automatic 40 point penalty on the crackpot index
1) patronizing? Who gives the points here, me?

2) Please show us a mathematical branch that define organic numbers as I show in my previous post.

3) Once you asked me to explain how N is not a complete collection by show n which is not in N.

My answer is very simple: natural numbers do not exists because of the existence of N, but because of the axioms that define them, N is only the name of the container that its content is infinitely many elements that can never be completed.
 Recognitions: Homework Help Science Advisor How can we demonstrate organic numbers, as you've never defined them?
 Here they are, in colors, to help you to understand their structures: Let x be a general notation for a singleton. When a finite collection of singletons have the same color, we mean that all singletons are identical, or have the maximum symmetry-degree. When each singleton has its own unique color, we mean that each singleton in the finite collection is unique, or the collection has the minimum symmetry-degree. Multiplication can be operated only among identical singletons, where addition is operated among unique singletons. Each natural number is used as some given quantity, where in this given quantity we can order several different sets, that have the same quantity of singletons, but they are different by their symmetrical degrees. In more formal way, within the same quantity we can define all possible degrees, which existing between a multiset and a "normal" set, where the complete multiset and the complete "normal" set are included too. If we give an example of transformations between multisetes and "normal" sets, we can see that the internal structure of n+1 > 1 ordered forms, constructed by using all previous n >= 1 forms: Code: 1 (+1) = {x} 2 (1*2) = {x,x} ((+1)+1) = {{x},x} 3 (1*3) = {x,x,x} ((1*2)+1) = {{x,x},x} (((+1)+1)+1) = {{{x},x},x} 4 (1*4) = {x,x,x,x} <------------- Maximum symmetry-degree, ((1*2)+1*2) = {{x,x},x,x} Minimum information's (((+1)+1)+1*2) = {{{x},x},x,x} clarity-degree ((1*2)+(1*2)) = {{x,x},{x,x}} (no uniqueness) (((+1)+1)+(1*2)) = {{{x},x},{x,x}} (((+1)+1)+((+1)+1)) = {{{x},x},{{x},x}} ((1*3)+1) = {{x,x,x},x} (((1*2)+1)+1) = {{{x,x},x},x} ((((+1)+1)+1)+1) = {{{{x},x},x},x} <------ Minimum symmetry-degree, Maximum information's clarity-degree (uniqueness) 5 ... Can you give me an address of some mathematical brach that researches these kind of relations between multisets and "normal" sets? Thank you, Organic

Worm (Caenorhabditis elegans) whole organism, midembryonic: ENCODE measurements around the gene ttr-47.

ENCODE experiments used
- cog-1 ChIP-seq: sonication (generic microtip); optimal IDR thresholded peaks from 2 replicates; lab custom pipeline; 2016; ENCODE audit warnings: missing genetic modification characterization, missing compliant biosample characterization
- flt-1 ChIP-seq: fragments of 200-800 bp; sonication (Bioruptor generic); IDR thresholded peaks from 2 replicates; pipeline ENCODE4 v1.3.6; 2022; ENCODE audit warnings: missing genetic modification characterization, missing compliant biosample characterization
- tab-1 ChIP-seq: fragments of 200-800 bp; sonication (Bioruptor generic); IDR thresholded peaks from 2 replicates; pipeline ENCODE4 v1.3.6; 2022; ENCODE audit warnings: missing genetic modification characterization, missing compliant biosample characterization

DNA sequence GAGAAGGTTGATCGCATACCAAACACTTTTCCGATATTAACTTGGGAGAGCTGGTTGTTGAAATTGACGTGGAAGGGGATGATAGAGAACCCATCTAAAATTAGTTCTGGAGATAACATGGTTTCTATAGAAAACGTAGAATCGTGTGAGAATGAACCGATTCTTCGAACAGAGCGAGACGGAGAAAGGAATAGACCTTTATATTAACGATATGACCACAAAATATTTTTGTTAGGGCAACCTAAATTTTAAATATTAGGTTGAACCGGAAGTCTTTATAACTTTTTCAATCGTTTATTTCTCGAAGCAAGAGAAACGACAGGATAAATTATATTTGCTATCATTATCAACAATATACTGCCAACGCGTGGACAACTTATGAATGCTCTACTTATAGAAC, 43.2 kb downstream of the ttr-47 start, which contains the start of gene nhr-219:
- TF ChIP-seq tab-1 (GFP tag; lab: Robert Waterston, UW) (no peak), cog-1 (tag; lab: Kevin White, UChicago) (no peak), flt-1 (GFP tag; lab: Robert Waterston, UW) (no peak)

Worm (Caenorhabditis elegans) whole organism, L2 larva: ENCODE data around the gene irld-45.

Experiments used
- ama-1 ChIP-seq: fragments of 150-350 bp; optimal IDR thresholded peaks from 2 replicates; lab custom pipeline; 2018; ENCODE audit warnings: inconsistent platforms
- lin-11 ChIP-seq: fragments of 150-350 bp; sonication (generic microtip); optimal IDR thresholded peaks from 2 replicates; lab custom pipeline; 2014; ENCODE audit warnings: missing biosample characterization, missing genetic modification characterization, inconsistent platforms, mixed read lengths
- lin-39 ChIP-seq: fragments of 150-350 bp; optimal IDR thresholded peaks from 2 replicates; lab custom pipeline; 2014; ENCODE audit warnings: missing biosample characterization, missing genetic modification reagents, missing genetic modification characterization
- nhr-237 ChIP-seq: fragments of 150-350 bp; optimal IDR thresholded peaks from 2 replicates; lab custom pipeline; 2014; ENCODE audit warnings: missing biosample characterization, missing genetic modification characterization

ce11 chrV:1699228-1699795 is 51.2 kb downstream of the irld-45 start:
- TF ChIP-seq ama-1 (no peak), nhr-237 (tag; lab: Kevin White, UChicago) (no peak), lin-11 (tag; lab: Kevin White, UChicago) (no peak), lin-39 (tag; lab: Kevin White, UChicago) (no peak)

Recognitions: Homework Help Science Advisor You're just defining certain types of partition functions. Why should we do your research? Do I patronize you? Tell you things you already know? Strange you don't seem to know lots of things. I'm certainly not polite to you, but that's because you don't earn respect from me, not that you'd want to obviously.

 You're just defining certain types of partition functions
Have you seen before any use of these partition functions as I do?
 Recognitions: Homework Help Science Advisor Yes and no. I have not seen people assign words to things as you do, but then as you never explain what any of those words mean that is highly irrelevant. You don't actually do anything with the things you write down as you admit yourself (and that scores you 50 more points on the crackpot index as well).

 You don't actually do anything with the things you write down as you admit yourself